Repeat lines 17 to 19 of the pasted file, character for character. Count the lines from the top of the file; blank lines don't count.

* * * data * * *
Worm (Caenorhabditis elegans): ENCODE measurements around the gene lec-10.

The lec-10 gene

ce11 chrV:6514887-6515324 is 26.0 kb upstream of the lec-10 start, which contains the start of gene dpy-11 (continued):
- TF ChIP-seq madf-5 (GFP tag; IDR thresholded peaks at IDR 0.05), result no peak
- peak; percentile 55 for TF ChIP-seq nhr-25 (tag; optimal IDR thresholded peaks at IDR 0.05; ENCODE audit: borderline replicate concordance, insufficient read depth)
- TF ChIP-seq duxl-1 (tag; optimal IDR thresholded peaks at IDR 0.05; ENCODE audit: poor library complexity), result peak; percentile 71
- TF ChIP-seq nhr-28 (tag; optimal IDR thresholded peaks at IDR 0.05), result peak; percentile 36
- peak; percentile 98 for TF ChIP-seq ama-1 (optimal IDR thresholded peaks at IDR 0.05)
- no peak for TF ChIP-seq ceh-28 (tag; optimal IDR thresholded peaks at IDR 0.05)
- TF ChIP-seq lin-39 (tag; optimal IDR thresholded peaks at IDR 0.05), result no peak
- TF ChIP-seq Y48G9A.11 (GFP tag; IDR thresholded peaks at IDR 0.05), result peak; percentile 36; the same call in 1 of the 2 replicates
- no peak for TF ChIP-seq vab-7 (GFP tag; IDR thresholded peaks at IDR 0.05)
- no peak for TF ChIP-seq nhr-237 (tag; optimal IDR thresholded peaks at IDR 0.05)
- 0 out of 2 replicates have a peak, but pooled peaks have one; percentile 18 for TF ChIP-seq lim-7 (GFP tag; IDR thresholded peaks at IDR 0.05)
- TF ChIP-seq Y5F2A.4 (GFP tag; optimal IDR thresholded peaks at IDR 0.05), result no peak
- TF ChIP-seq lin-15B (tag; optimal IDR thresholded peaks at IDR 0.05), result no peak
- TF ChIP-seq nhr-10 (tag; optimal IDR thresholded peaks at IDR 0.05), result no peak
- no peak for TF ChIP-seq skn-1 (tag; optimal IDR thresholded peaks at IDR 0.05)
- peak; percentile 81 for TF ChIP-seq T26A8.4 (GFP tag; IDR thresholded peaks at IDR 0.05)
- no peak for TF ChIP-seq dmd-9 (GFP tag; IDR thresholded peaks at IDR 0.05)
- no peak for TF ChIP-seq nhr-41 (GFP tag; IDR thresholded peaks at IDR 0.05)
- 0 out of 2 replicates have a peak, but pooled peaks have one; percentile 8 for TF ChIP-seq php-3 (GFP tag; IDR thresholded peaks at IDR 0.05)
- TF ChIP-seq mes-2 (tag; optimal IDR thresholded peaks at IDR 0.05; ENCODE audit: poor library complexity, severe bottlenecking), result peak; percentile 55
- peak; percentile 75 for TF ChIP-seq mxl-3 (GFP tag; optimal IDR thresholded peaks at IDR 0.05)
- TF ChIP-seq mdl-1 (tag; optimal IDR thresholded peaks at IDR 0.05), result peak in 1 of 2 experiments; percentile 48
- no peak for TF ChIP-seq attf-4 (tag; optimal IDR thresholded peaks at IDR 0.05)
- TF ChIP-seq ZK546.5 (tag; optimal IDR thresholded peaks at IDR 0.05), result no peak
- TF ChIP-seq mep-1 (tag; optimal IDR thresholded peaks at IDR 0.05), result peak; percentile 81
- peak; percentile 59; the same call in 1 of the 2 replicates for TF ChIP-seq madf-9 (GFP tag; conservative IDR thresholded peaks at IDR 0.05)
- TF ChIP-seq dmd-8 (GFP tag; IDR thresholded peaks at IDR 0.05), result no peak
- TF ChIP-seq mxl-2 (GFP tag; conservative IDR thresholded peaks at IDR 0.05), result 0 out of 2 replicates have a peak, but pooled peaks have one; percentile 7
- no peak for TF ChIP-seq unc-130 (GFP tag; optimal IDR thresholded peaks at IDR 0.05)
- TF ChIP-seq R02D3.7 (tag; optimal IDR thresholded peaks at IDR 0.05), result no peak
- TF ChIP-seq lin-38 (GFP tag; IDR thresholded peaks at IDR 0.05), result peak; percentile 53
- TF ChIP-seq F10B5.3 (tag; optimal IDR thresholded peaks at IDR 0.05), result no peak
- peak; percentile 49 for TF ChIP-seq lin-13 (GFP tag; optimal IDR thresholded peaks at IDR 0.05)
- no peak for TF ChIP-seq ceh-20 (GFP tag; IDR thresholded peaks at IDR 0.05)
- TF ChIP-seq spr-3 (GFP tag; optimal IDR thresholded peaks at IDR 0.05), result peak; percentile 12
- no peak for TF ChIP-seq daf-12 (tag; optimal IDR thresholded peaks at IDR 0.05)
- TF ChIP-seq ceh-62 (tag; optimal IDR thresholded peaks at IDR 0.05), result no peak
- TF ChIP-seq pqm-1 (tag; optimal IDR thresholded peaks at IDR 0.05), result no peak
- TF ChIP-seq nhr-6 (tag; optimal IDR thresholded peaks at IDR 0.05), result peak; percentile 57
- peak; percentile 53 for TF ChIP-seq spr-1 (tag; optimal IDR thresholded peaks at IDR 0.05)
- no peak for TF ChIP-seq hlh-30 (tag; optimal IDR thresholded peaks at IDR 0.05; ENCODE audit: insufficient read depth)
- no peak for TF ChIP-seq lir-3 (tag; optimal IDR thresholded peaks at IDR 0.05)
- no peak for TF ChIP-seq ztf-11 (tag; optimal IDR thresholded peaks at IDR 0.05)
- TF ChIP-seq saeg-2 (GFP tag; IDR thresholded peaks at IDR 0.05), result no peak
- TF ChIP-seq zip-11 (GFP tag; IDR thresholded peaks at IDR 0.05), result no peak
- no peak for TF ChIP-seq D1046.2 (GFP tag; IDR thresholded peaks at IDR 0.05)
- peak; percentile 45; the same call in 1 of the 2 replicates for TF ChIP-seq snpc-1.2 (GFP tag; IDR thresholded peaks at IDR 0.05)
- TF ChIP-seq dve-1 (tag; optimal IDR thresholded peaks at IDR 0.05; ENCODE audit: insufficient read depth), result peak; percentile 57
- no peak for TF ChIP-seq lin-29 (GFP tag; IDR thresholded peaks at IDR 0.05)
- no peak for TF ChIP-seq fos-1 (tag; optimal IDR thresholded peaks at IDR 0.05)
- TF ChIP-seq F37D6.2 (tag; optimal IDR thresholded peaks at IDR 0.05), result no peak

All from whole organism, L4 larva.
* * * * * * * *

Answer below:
- TF ChIP-seq nhr-10 (tag; optimal IDR thresholded peaks at IDR 0.05), result no peak
- no peak for TF ChIP-seq skn-1 (tag; optimal IDR thresholded peaks at IDR 0.05)
- peak; percentile 81 for TF ChIP-seq T26A8.4 (GFP tag; IDR thresholded peaks at IDR 0.05)